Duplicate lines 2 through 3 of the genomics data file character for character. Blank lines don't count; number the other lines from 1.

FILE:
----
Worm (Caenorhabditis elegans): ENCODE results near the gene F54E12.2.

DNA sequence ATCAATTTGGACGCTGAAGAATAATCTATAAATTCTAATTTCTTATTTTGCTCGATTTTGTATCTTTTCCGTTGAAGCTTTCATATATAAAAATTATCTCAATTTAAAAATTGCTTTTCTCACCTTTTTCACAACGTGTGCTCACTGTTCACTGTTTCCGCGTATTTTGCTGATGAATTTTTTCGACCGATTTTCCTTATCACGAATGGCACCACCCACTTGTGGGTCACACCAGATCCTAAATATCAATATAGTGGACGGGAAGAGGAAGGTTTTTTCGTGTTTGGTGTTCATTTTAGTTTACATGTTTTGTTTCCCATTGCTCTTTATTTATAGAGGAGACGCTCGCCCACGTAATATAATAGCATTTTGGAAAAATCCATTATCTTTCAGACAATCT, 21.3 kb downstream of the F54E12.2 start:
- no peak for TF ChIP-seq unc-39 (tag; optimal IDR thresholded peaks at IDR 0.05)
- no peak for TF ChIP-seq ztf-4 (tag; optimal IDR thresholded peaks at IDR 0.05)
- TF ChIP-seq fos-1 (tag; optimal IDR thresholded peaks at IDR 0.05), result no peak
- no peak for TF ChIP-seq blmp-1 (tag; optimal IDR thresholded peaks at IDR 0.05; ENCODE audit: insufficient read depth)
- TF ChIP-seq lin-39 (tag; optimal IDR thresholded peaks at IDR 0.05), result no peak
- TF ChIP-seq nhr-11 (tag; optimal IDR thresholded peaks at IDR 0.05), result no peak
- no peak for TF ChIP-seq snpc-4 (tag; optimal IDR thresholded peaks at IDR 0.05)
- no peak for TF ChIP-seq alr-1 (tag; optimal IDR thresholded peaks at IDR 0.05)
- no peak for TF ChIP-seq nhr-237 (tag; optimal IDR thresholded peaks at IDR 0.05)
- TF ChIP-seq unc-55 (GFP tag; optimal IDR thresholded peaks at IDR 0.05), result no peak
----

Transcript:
DNA sequence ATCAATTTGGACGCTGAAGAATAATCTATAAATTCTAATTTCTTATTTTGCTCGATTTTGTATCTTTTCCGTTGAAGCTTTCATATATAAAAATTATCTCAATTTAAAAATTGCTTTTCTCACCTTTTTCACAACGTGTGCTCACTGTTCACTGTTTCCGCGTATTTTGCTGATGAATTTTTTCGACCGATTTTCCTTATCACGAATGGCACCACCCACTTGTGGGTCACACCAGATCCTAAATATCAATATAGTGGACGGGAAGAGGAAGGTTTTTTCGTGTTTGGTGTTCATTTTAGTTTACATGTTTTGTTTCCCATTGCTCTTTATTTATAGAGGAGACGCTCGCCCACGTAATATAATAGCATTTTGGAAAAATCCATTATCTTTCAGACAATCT, 21.3 kb downstream of the F54E12.2 start:
- no peak for TF ChIP-seq unc-39 (tag; optimal IDR thresholded peaks at IDR 0.05)